They start at Trey’s next to—shudder—Port Authority. (Both of Kelly’s episodes tend to lean on more specific New York City jokes than Broad City generally goes for, from the improv scene and tourist traps of “Stolen Phone” to the loft parties and sneering at midtown of “Hashtag FOMO.”) Trey, parkour enthusiast and clean living advocate, lives in a stark apartment with white and chrome accents. His friends are fellow fitness enthusiasts whose bikes crowd the hallway and who believe “Cliff bars for the guys, Luna bars for the girls” is an acceptable way to cater a birthday party. (I would never forget. I would never forgive.) Ilana, who we rarely see dislike people, is horrified. Much to Abbi’s surprise, his friend Gemma (comedian Darcy Carden) says that Abbi is one of Trey’s best friends, and she can see why: “You are so weird, I love it.” This prepster fascination with those scrubby weirdos lurking on their peripheries rings true to anyone who has been a scrubby weirdo around prepsters (hi), but it’s still a relief when Trey’s devastation at Abbi’s hasty exit makes it clear that he really does care about her, in his own way.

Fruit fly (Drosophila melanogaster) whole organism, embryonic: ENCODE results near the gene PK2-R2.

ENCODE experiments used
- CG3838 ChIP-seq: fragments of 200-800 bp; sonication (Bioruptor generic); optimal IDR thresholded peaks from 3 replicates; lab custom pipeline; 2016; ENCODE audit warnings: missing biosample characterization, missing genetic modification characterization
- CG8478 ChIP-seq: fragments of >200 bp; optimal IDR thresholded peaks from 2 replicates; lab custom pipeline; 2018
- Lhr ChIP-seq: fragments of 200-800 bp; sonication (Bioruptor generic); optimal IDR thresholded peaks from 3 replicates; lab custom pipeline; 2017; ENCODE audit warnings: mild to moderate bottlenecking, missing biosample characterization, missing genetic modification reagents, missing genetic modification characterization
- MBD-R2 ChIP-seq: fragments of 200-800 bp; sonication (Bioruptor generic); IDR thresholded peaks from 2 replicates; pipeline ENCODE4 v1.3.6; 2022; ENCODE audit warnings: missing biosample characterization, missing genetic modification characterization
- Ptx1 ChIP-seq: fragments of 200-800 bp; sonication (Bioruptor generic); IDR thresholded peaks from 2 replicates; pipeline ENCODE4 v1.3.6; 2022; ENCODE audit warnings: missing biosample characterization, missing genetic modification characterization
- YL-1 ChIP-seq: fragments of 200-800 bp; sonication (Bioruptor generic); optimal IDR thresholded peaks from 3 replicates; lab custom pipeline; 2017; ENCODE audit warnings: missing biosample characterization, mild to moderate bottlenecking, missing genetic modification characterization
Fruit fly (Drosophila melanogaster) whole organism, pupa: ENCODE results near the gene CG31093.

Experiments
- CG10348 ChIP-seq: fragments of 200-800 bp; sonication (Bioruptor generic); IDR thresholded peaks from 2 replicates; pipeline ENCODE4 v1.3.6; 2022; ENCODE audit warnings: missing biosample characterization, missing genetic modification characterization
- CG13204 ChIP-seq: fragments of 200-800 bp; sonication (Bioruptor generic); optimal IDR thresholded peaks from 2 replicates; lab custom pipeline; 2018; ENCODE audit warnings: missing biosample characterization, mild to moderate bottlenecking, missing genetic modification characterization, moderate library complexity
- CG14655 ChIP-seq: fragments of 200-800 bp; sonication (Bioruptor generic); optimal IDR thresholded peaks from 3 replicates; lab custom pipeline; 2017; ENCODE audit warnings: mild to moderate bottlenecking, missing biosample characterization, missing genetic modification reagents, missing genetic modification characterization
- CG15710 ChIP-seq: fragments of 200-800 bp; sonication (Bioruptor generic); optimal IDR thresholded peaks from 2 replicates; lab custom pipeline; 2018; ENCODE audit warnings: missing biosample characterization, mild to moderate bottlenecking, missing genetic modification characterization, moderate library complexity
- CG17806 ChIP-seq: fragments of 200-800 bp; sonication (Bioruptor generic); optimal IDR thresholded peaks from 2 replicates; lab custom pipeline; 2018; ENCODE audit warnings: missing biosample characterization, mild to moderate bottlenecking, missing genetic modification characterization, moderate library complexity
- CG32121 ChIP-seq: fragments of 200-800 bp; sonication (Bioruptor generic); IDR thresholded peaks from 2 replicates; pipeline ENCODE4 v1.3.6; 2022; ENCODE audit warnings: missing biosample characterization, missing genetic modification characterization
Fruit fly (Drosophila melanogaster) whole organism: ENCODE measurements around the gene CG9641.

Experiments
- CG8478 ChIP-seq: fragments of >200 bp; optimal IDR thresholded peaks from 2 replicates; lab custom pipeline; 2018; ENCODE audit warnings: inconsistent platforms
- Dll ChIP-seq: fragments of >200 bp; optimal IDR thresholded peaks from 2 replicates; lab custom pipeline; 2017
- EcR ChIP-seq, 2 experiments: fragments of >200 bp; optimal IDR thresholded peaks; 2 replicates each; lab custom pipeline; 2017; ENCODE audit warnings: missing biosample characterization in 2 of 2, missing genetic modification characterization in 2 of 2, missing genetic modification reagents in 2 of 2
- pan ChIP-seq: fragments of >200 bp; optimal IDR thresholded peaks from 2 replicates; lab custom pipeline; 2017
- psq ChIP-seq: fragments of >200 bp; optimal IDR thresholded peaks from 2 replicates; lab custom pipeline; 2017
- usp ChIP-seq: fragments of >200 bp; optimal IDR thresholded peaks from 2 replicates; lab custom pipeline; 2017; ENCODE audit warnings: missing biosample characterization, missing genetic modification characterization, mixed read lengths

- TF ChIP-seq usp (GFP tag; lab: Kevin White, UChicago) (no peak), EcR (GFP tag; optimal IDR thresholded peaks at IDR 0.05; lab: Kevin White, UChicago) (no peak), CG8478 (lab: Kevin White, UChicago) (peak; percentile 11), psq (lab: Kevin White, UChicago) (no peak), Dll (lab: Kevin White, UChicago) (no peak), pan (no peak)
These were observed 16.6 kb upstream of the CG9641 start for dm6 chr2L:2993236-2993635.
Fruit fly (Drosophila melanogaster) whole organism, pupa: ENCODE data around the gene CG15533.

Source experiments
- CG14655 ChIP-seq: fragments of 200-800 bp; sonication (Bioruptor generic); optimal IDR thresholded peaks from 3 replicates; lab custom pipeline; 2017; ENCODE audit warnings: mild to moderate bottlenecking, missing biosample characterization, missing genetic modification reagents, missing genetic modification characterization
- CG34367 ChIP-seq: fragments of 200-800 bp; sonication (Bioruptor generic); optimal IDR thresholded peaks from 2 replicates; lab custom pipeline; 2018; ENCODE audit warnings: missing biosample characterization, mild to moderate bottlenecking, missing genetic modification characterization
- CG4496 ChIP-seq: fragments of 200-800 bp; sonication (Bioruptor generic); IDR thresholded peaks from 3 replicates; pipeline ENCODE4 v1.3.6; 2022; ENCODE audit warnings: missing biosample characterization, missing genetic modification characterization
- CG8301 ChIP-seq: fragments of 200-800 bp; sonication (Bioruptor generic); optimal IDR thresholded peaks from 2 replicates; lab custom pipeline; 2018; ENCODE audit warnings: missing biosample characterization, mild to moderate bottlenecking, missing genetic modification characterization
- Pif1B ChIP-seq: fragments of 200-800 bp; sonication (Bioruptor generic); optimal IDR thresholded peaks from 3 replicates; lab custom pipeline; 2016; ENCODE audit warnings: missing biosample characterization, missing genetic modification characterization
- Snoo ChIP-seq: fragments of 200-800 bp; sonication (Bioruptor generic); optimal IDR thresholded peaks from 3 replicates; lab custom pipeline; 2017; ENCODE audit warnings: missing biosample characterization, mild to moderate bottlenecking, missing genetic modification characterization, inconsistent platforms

Once Ilana drags Abbi away from the trainers’ trust falls, they’re off to join Jaime. They’re immediately more at home here, in a dimly lit apartment with their languid friends that wear graphic shirts and smoke casual joints. They talk about tokenism (“straight people always say [they’ll officiate gay weddings] and it’s gross, it’s just fetishizing their gay friends”) and compare Instagram filters (no one’s here for Kelvin). It’s a fine and comfortable place to spend a night, and Abbi’s perfectly happy settling for a six on the party scale. Ilana, though, is less in the mood to just go to a party when she could party, and so she seizes the opportunity to move on to the next thing: “The hottest person here is leaving, this party’s going to be dead in three minutes.” Cut to a sophisticated but welcoming loft party, courtesy of the sophisticated but welcoming Lincoln. This party’s a step not necessarily above the last one, but with its high ceilings and meticulous charcuterie plate, it’s at least different from Abbi and Ilana’s norm. It’s also been a couple episodes since Broad City called on Hannibal Buress to punch up some scenes, but “Hashtag FOMO” makes good use of his drawling chill. He and Glazer are perfectly deadpan with each other as Ilana says the tiny cornichon pickles remind her of that Google search she just did on micropenises. (Lincoln: “Don’t ruin cornichons for me.” Ilana: “Don’t ruin micropenises for me.”)